Anetodermia L90.1

Author: Prof. Dr. med. Peter Altmeyer

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Last updated on: 29.10.2020

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Synonym(s)

Anetoderma; Anetoderma maculosa cutis; Anetodermia; Atrophia maculosa cutis; Atrophoderma erythemause en plaques; Atrophoderma maculosa pemphigoides; dermatitis atrophicans maculosa; dermatitis maculosa atrophicans; Elastolysis acquired; erythematous anetodermia; Macular atrophy

History
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Schweninger and Buzzi, 1881; Pellizari, 1884; Jadassohn, 1892

Definition
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Anetodermia (from Greek aneto = flaccid) refers to a group of very rare, acquired, inflammatory or non-inflammatory (idiopathic), trunk-accentuated, chronic connective tissue changes leading to elastolysis, which lead to circumscribed atrophy and characteristic hernia-like protrusion (also depressions) of the skin.

Very rarely is light provocation of the anetodermic foci observed.

Etiopathogenesis
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Unknown; pathogenetically, primary or post-inflammatory processes lead to fragmentation and repair of the elastic fiber network of the skin. Detection of phagocytosis of elastic fragments in macrophages. Attachment of IgM and C3 to the basement membrane, of C3 also to elastic fibres. Biochemical detection of desmosin (elastin) in lesional skin.

The occurrence of anetodermia in connection with HIV infections, syphilis as well as lichen planus and other autoimmune diseases has been described several times.

Notice! Anetodermia is caused by a (predominantly) acquired (irreversible) circumscribed (probably inflammation-induced) elastolysis.

Notice! Several cases of familiarity of the disease have been described (in association with skeletal and ocular anomalies and neurological disorders).

Manifestation
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Adolescents and adults (2nd-4th decade of life), female gender is preferentially affected.

Clinical features
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Single or multiple, 0,2 cm to 1,0 cm large, sharply defined, roundish to oval flocks with often finely folded, thinned skin. Flocks partly sunken, partly hernia-like protrusion of the subcutaneous fatty tissue. The changes do not cause any complaints and are discovered rather by chance.

  • Type Jadassohn: Anetodermia after inflammatory stage with redness and swelling.
  • Type Pellizari: Urticarial preliminary stage.
  • Type Alexander: After bullous initial stage.
  • Type Schweninger-Buzzi: Without preliminary inflammatory stage.

Notice! There are legitimate doubts about the validity of the above-mentioned clinical (historical) classification; in most cases, post-inflammatory (secondary) elastolysis was involved, the causes of which remain mostly unknown!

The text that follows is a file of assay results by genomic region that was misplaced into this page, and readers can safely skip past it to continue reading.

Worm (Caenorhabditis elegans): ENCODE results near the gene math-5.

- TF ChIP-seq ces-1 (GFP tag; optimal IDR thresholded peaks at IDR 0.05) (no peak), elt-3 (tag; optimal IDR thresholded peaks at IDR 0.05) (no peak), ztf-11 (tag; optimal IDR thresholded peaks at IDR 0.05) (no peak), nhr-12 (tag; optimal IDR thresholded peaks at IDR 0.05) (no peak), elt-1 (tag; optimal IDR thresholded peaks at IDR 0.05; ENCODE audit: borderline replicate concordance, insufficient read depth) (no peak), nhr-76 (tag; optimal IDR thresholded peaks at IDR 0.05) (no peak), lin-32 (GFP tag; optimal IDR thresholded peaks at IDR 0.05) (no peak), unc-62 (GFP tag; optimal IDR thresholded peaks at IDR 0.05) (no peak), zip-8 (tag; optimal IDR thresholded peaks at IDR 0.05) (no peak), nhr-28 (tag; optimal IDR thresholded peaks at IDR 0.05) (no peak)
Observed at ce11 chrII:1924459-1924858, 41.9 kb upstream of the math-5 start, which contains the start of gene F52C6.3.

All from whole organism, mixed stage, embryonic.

Also a division into primary (idiopathic) and secondary (postinflammatory) anetoderms is not very satisfying from a clinical point of view, because inflammatory stages are rarely observed.

We understand anetodermia as atrophic-scarring end stage of different inflammatory processes of the skin.

Histology
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Fragmentation, repair and phagocytosis of elastic fibres; collagen fibres diluted or fragmented, with larger spaces between the fibre bundles (assessment in the Elastica-van Gieson stain). Number of fibroblasts reduced. Depending on the acuity, spongy perivascular round cell infiltrates.

Differential diagnosis
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Therapy
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All therapeutic approaches to anetodermia are of doubtful value! In the inflammatory stage penicillin is recommended, in case of existing skin atrophy no therapy is possible.

Literature
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  1. Bilen N et al (2003) Anetoderma associated with antiphospholipid syndrome and systemic lupus erythematosus. Lupus 12: 714-716
  2. Dikarinen AI, Palatsie R, Adomian GE et al (1984) Anetoderma: Biochemical and ultrastructural demonstration of elastin defect in the skin of three patients. J Am Acad Dermatol 11: 66-72
  3. Emer J et al (2013) Generalized Anetoderma after Intravenous Penicillin Therapy for Secondary Syphilis in an HIV patient. J Clin Aesthet Dermatol 6:23-28
  4. Fujioka M et al (2003) Secondary anetoderma overlying pilomatrixomas. Dermatology 207: 316-318
  5. Ghomrasseni S et al (2002) Anetoderma: an altered balance between metalloproteinases and tissue inhibitors of metalloproteinases. At J Dermatopathol 24: 118-129
  6. Hodak E et al (2003) Primary anetoderma: a cutaneous sign of antiphospholipid antibodies. Lupus 12: 564-568
  7. Hunt R (2011) Circumscribed lenticular anetoderma in an HIV-infected man with a history of syphilis and lichen planus.Dermatol Online J 17: 2
  8. Jadassohn J (1892) About a peculiar form of Atrophia maculosa cutis. Arch Dermatol Syphilol (Berlin) 1: 342-358
  9. Kasper RC et al (2001) Anetoderma arising in cutaneous B-cell lymphoproliferative disease. At J Dermatopathol 23: 124-132
  10. Patrizi A et al (2011) Familial anetoderma: a report of two families. Eur J Dermatol 21:680-685
  11. Pellizari C (1884) Eritema orticato atrofizzante atrophia partiale idiopathica della pelle. Gior Ital Mal Ven 19: 230
  12. Schweninger E, Buzzi F (1881) Multiple benign tumor like new growth of the skin. In: International Atlas of Rare Skin Diseases, Part 5, Plate 15, L. Voss, Leipzig

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Please ask your physician for a reliable diagnosis. This website is only meant as a reference.

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Last updated on: 29.10.2020